The Aap protein is covalently bound to the cell wall and consists of an A domain and a B domain. The A domain has 584 amino acids and includes an export signal at its N-terminal, 16 amino acid repeats and a globular region of 212 amino acids with alpha-helical and beta-sheet contents. This 212-amino acid-long region is highly conserved between Aap and its S. aureusorthologue, SasG. Through bioinformatics analysis, it has been shown that this domain possess lectin-type activity [6]. The B domain consists in a variable number of repeats of 128 amino acids, the G5 subdomains [2]. The number of G5 subdomains in the B domain is different among the S. epidermidisstrains, for example, the RP62A reference strain possesses 13 G5 subdomains, whereas the S. epidermidis1457 strain has only seven [6]. This fact has been also observed in clinic isolates with clonal genotypes subsequently recovered from ongoing infections on devices in patients [2]. This observation leads to the hypothesis stating that the number of G5 subdomains of the Aap B domain may represent a mechanism contributing to the immune evasion of S. epidermidismediated by the modification of the major epitopes on the cell’s surface [2]. Aap is detected on the bacterial cell wall and its retention mechanism is through anchoring of its C-terminal by a covalent bond with the cell wall PGN [30]. A more detailed analysis by confocal microscopy showed that Aap is strictly localized at the bacterial cell surface, whereas minimal amounts of Aap are released within the biofilm matrix [30]. This result is supported by electron microscopy observations in which Aap appears as elongated fibers of 120 nm projecting outwards from the cell wall and in form of tufts [31].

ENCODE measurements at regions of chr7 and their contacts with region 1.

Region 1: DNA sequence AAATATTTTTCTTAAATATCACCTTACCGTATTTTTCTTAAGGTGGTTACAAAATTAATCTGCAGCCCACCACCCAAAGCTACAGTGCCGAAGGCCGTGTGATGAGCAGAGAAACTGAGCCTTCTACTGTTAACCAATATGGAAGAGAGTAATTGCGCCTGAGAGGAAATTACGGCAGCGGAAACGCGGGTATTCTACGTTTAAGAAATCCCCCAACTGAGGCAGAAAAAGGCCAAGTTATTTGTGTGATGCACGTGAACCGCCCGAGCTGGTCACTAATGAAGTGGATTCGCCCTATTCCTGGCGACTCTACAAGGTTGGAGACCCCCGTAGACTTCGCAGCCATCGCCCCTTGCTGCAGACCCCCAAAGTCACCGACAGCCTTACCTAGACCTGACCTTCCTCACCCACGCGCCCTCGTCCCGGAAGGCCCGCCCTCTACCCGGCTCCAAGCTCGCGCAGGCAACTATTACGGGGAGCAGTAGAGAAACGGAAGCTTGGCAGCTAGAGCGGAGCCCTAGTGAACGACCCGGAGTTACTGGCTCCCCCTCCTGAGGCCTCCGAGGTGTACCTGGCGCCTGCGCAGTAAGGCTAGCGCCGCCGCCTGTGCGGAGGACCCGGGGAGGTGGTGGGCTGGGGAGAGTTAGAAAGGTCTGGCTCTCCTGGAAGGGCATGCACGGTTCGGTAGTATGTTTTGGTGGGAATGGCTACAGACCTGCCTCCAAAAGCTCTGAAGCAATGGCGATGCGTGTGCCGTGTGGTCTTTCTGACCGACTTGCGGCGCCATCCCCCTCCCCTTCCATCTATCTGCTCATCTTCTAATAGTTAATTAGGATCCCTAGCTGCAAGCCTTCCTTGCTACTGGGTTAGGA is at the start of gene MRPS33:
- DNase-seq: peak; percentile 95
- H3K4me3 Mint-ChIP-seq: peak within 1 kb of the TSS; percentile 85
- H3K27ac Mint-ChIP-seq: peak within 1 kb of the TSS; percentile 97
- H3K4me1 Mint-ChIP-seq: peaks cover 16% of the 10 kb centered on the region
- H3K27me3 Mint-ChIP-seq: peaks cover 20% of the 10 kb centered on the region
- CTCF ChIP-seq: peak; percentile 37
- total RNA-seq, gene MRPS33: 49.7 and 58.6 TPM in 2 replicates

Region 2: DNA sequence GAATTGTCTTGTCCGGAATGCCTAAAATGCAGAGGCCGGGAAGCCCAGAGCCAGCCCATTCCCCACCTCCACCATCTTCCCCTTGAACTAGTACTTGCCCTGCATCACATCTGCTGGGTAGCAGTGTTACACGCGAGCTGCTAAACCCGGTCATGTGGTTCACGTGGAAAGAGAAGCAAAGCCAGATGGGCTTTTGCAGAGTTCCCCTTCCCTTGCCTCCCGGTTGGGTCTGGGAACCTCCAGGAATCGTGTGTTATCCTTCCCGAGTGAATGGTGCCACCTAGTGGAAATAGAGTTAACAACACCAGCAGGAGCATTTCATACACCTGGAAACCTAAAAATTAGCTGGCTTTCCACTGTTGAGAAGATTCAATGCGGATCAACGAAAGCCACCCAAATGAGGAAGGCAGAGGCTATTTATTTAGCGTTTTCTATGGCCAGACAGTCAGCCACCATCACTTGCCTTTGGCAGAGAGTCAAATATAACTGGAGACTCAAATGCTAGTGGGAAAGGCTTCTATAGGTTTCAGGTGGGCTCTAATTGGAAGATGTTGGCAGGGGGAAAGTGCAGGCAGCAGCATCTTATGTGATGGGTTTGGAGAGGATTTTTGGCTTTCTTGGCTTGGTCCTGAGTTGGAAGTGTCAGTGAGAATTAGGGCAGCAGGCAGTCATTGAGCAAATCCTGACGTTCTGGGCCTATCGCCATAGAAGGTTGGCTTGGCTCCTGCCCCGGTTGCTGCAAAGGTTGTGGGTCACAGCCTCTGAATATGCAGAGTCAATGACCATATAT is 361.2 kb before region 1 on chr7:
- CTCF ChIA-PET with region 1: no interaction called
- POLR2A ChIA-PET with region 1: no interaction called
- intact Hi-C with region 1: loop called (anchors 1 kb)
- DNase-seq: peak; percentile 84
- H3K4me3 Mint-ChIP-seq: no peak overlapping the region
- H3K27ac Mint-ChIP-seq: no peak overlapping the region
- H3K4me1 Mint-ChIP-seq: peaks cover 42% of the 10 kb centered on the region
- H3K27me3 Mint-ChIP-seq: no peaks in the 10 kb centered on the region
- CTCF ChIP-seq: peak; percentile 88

The importance of Aap for S. epidermidisbiofilm formation was recognized during studies in which the expression of the B domain does not modify the primary adherence properties, although it is very important to cellular aggregation, indicating that Aap is a protein that participates in the intercellular adhesion [32]. Similarly, the importance of the B domain for intercellular adhesion was also described for SasG in S. aureus[33]. Another fact that evidences the properties of Aap in intercellular adhesion is the ability of the B domain to undergo homodimerization in the presence of Zn [34]. The proposed mechanism of intercellular adhesion through Aap is that the protein must undergo proteolytic processing in order to remove the A domain [3233]. Thus, Aap proteolytic processing does not normally occur under in vitro growth conditions [32].

Although the intercellular adhesion property of Aap was recognized, currently there is evidence supporting its significant role in the primary attachment phase as well. The binding of S. epidermidisNCTC 11047 strain expressing Aap to squamous epithelial cells was partially inhibited by the addition of the recombinant A domain of Aap [35]. In a clinical isolate, the binding of S. epidermidisCSF41498 strain expressing a non-processed Aap (thus containing the A domain) to polystyrene was completely impaired by the addition of an anti-A domain antiserum, whereas an anti-B domain antiserum did not affect its adhesion ability [36]. Thus, a new bifunctional role of Aap during the biofilm formation is suggested: its participation on the primary attachment phase through its A domain and also its participation on the accumulation phase through its B domain [32, 3536].

II.4. Molecular mechanisms for mature biofilm disassembly